In the post-FTX world, it’s really hard to be a crypto executive.
Not only are your bags empty and your revenues plummeting, but the US financial regulators are trampling on you with subpoenas one day and lawsuits the next.
So it’s understandable why industry leaders like Brian Armstrong might want to present themselves to both the media and the authorities by putting their state-respecting foot forward.
As CEO of Coinbase – America’s largest crypto exchange – one wrong move could see his company sued and regulated beyond repair by politicians who are already paranoid about an industry full of scams. After all, what reason is left for you not to just ban cryptocurrencies altogether?
In a media raid earlier this week, the executive tried to answer that question: support “crypto” while citing the best interests of the US government. As a result, however, he promoted the use of a cryptocurrency most contrary to the ethos of “decentralization” in which Bitcoin was born.
That’s right: Brian Armstrong is in favor of a stablecoin issued by the US government.
Armstrong’s Case for Crypto in America
In op-ed published Wednesday on CNBC, Armstrong laid out his usual argument for why the US should be more crypto-friendly so as not to push the industry overseas. Doing so would have countless negative consequences, which can roughly be summed up in three points:
- The United States would lag behind its international competitors in terms of technological and financial innovation, losing many benefits to consumers.
- The crypto industry will thrive in an unstable and unregulated offshore environment – or in jurisdictions that simply have clearer rules.
- The position of the dollar on the world stage will continue to weaken and there is a risk that it will be overtaken.
The last issue is what Armstrong’s stablecoin idea is supposed to be used for. Writes:
“Imagine a world where the US issues its own USD stablecoin on a blockchain. Not only would this provide access to the dollar to millions of people who previously did not have a bank account and did not have a bank account, but it would also be the de facto digital currency for remittances and international currency transfers, ensuring that the dollar remains the global reserve currency both in the and beyond.”
Stablecoins vs CBDC
The idea of using stablecoins and other cryptocurrencies for international transfers is nothing new. MoneyGram partner with the Stellar blockchain last year to do just that, and even some central bankers recognized their potential in the money transfer market.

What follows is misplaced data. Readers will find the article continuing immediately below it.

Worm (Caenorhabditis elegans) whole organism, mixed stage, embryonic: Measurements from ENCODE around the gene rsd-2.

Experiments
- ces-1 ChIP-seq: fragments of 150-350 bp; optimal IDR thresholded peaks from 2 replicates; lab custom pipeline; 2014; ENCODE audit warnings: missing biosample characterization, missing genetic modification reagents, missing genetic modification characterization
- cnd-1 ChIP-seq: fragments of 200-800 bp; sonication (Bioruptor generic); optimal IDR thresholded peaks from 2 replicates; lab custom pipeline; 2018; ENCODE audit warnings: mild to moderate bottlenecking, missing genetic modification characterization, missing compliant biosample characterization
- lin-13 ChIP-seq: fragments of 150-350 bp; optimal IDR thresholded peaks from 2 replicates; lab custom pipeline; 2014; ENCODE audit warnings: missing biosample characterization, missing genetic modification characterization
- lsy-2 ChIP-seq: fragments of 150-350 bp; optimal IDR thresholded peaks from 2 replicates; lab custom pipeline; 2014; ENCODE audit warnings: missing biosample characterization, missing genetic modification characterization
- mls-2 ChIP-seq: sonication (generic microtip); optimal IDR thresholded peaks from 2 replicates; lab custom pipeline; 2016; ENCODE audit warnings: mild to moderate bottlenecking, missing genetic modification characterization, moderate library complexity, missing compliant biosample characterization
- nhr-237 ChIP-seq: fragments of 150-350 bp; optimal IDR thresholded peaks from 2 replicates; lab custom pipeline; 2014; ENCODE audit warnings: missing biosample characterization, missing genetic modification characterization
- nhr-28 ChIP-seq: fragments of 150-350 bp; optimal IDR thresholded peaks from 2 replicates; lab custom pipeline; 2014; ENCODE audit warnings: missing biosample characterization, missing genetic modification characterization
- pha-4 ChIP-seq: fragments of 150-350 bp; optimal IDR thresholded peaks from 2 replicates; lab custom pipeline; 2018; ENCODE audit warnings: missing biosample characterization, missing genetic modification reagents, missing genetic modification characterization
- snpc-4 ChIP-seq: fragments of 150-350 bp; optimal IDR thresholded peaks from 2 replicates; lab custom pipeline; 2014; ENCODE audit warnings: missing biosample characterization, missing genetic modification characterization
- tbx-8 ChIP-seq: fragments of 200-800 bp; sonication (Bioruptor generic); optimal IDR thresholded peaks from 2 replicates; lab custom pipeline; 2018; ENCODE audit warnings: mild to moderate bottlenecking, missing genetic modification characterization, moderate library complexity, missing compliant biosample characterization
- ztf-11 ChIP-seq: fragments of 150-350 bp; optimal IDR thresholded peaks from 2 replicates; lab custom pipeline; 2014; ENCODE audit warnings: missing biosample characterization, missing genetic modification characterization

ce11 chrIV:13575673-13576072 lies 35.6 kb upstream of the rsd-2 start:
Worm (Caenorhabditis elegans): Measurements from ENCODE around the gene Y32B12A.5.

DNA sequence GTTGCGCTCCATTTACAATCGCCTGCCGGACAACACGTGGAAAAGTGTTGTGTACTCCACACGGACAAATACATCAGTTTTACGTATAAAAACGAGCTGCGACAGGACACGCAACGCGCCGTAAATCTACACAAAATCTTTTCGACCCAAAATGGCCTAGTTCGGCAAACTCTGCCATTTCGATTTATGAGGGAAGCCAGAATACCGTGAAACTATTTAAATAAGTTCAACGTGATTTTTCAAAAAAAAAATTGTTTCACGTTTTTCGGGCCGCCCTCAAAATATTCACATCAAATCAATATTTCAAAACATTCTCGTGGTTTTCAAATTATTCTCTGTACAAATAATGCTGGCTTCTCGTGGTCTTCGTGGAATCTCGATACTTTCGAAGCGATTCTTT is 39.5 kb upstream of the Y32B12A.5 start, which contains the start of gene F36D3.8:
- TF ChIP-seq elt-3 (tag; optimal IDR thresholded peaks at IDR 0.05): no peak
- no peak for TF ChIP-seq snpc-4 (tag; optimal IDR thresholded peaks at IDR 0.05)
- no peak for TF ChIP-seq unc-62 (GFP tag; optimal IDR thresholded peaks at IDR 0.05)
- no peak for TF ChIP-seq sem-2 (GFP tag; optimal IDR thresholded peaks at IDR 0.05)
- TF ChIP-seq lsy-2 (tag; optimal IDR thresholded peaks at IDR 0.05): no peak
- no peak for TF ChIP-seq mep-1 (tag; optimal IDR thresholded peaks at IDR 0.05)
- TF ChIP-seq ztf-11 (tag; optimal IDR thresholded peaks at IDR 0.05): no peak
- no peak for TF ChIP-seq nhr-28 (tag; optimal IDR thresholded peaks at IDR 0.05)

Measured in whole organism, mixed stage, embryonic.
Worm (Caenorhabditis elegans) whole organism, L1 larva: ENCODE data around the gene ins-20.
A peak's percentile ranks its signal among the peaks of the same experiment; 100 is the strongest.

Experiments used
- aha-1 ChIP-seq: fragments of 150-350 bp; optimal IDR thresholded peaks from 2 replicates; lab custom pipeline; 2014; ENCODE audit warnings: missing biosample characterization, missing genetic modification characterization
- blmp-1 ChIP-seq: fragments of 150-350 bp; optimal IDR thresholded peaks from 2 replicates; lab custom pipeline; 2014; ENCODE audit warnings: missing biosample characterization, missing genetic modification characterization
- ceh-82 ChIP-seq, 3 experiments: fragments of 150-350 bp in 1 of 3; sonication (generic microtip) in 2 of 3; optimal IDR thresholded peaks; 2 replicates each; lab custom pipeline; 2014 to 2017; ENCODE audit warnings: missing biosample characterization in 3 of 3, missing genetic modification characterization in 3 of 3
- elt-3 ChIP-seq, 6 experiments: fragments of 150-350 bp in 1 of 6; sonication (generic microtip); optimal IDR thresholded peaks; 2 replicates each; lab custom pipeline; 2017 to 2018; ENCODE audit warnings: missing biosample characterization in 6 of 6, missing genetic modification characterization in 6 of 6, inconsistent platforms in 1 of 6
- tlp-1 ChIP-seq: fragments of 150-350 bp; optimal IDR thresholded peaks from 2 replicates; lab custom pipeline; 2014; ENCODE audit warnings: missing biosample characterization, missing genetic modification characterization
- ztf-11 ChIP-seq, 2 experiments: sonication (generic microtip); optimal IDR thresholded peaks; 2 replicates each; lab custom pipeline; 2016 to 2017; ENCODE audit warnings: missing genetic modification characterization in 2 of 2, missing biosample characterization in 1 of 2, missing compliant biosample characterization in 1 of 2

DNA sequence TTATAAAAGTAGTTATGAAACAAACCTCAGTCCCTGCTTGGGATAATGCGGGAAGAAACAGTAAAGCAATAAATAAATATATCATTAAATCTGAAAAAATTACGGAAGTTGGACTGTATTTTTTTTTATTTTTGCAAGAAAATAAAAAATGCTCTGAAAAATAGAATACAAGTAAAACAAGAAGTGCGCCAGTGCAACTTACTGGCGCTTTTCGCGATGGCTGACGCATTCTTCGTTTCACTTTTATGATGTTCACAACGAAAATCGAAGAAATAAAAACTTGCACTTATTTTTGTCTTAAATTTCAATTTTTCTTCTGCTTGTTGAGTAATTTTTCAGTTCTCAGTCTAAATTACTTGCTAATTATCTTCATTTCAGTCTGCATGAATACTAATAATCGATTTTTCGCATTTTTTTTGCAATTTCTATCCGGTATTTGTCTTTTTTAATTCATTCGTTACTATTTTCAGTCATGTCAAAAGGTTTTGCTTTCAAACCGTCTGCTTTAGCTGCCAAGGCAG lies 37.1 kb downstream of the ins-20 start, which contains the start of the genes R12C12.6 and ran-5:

But advocating a government-issued stablecoin — as opposed to a privately-issued token like USDT Tether or USDC Circle — is another story. Such a token would be virtually indistinguishable from a central bank digital currency (CBDC), which even congressmen who support cryptocurrencies understand has the potential to become a tool of state surveillance.
The Federal Reserve is already in talks about what a potential CBDC could look like. In September, CEO Jerome Powell stated that the US CBDC will be “private” but not “anonymous” – meaning it will still be a permission-based system that verifies the identity of users.
Whether one trusts the Federal Reserve not to invade American privacy in this way – and turn it into a 100% state-controlled monetary ledger like China’s digital yuan – is another story. Ultimately, CBDCs require users to do so trust centralized intermediary that does not censor, freeze, limit or devalue their money.
Aren’t these the problems that Bitcoin – the first decentralized public blockchain – was supposed to solve?
The real point of Bitcoin and decentralization
Let’s go back to Armstrong’s next point about the many benefits of cryptocurrencies he mentions in his article:
“Crypto is a faster, more private, efficient, cheaper and user-controlled financial system. It’s not a replacement for the traditional financial system, it’s an update.”
While not everything about this statement is necessarily false, it really misses the point. Bitcoin was never originally created as a more efficient payment railway.
Essentially, Bitcoin is an open, neutral, borderless, and censorship-resistant monetary network. It is often called the “ruleless rules” system it uses proof of work to remain credible and secure (consensus mechanism often criticized for its high level ineffective.)